Who owns your final exam?

I was chatting with a colleague and our conversation drifted into some local history of students sharing past final exams electronically with each other. Then we stumbled onto an interesting question: who owns your final exam?

The teacher or the school board owns it

On the face of things, either you (the teacher, I’m talking to) or your school board own the intellectual property rights. As I understand it (I’m not a legal expert, folks!), if you create your exam on your own time, with your own resources (say, not using a board computer), then you own 100% of the rights to your exam. If you use board equipment and/or time, the board owns it. Exams are often reviewed/edited by multiple people, which could make things a little murky.

This question also comes up when teachers/school boards want to monetize their work (e.g. sell a lesson plan online, publish a book of assessment tasks, etc.).

If you use board equipment on your own time, I dunno. That’s complicated. Probably there would have to be an agreement between parties (ha ha ha).

The student owns it

But what if the student answers a question you ask on your exam? You certainly don’t have the rights to that student’s response, do you? Doesn’t the student retain ownership of their intellectual property (even if it’s something like their thoughts on symbolism in Divergent, or a solution to a physics problem)?

Okay, so it’s both?

The questions are yours or your board’s. The answers are the students. I think that makes sense, and seems fair (at least to me).

The document itself

But if the student wrote answers on a piece of paper that has your prompting questions on it — then what? Who owns that document? Is it a collaboration at that point? Do you and the student together have to make decisions regarding further publication and distribution? Does fair use allow students to publish their response with your question without seeking your permission?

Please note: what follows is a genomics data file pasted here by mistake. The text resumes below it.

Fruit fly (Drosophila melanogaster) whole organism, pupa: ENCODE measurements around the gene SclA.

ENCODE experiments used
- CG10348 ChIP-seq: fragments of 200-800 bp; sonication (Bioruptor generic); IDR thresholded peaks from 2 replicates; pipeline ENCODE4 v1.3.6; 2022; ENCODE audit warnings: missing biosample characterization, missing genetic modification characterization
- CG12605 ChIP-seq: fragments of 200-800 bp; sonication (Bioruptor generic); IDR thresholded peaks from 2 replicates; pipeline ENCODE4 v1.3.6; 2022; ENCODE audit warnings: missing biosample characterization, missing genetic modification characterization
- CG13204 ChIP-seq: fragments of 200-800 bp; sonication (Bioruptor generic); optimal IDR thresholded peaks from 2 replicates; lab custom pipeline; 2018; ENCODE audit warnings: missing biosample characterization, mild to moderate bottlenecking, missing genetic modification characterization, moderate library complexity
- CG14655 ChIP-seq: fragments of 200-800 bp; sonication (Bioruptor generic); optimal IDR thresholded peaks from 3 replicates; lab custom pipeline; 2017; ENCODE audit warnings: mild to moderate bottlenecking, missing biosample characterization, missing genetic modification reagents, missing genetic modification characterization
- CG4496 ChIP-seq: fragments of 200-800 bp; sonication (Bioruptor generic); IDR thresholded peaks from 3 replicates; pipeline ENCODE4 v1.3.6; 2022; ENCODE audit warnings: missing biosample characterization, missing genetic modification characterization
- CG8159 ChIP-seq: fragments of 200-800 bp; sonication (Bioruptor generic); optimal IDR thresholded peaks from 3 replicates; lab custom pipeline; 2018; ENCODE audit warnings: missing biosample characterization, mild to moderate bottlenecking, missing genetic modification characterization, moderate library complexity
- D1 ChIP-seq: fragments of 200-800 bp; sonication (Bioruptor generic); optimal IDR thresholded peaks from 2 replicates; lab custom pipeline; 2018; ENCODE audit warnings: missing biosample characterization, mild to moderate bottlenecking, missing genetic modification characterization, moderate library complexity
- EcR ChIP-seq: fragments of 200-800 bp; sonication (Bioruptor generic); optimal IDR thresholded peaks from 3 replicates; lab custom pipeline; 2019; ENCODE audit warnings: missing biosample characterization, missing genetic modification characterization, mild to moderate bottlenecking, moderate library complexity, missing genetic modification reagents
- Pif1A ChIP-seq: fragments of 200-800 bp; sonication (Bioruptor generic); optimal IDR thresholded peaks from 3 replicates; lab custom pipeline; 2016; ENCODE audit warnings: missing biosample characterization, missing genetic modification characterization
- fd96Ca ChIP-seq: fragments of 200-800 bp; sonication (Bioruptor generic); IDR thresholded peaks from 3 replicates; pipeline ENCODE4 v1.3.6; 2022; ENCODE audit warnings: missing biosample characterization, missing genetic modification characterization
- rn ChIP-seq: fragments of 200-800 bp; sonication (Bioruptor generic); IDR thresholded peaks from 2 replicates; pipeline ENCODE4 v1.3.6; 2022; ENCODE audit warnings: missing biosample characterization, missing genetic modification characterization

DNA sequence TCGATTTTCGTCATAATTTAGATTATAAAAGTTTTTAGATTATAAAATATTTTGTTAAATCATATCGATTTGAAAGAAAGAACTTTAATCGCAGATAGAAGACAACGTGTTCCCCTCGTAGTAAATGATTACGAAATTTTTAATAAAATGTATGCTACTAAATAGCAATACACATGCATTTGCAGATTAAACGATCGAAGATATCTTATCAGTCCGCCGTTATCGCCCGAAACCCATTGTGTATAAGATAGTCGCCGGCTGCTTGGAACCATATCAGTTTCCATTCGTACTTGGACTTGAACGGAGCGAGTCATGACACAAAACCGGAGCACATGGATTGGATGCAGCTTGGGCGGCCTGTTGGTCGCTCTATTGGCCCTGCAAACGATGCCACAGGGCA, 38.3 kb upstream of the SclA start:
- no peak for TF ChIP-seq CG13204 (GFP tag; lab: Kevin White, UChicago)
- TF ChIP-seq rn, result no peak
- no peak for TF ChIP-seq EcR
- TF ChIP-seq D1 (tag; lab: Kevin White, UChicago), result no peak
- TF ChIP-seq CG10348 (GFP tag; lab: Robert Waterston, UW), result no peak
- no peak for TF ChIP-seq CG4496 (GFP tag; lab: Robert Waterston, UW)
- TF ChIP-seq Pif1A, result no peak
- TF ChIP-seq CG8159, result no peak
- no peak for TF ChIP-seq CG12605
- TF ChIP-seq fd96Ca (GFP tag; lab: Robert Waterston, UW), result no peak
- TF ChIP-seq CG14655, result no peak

Retaining all copies

Many schools have a policy of not returning final exams to students. This isn’t about intellectual property; it’s about preventing academic dishonesty (“cheating”) and reducing planning workload. I’m not in favour of this practice, in general. You’re welcome to try to change my mind, of course. I teach math, though, so maybe my stuff is more safely reusable anyway.

What to do

If you want the most control over your work, create your stuff on your own equipment and on your own time. Of course, that might make it difficult to collaborate with other colleagues, which is probably more important.

I’d advocate for returning students’ work to them as well; they invested time and effort, and you shouldn’t take it from them. If their work is too dangerous for other students to see later, you might want to revisit your final summative assessment practices.

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85% of Content Sites Respect Copyright – Very Small Case Study

Facepalm

Facepalm by Brandon Grasley via Flickr

I recently had cause to reuse the image above, and while searching for the original came across a small surprise – the image has been used quite a few times on various blogs, news sites, and more.

Most of these articles are of the “someone did something dumb and we’re calling them on it” variety. I counted 26 uses in total (thank you Google Image Search), and 22 of those had nicely attributed the image to me, thereby honouring the Creative Commons licence I applied to the image when I posted it.

Four sites did not.

85% of the sites did the right thing, but 15% made a boo-boo. I have contacted the offending sites or the article authors where possible. Not because I’m trying to monetize my exceptionally valuable intellectual property here (I’m not), but because some people are, and they deserve to have their rights respected. A little awareness-building, you know?

Three fixed it on the same day.

Actually, one has promised to and apparently hasn’t gotten around to it yet. I’m hopeful. (Update: the author attributed the photo to me later that day)

Another one replied to my email (the CEO replied, in fact), had to contact their marketing department, who contacted their writing contractor, who fixed it by properly attributing the photo and linking the way I asked them to. Beauty.

A third simply removed the article from their site. Not what I asked for, but it was a cross-post anyway, so no harm done, I suppose.

That makes me feel pretty good about where we are.

Admittedly, these are mostly companies, bloggers, or professional journalists who have made use of the image online. There are possibly lots of folks who have used it in local PowerPoint presentations (having a bad quarter, maybe?) without proper attribution; I’ll certainly never see those.

I often find a more willy-nilly approach to IP and attribution among coworkers, but I was surprised to see how well things are going on the web in general.

So, there’s your good news story for today. No need to facepalm over this one. Thanks, Internet.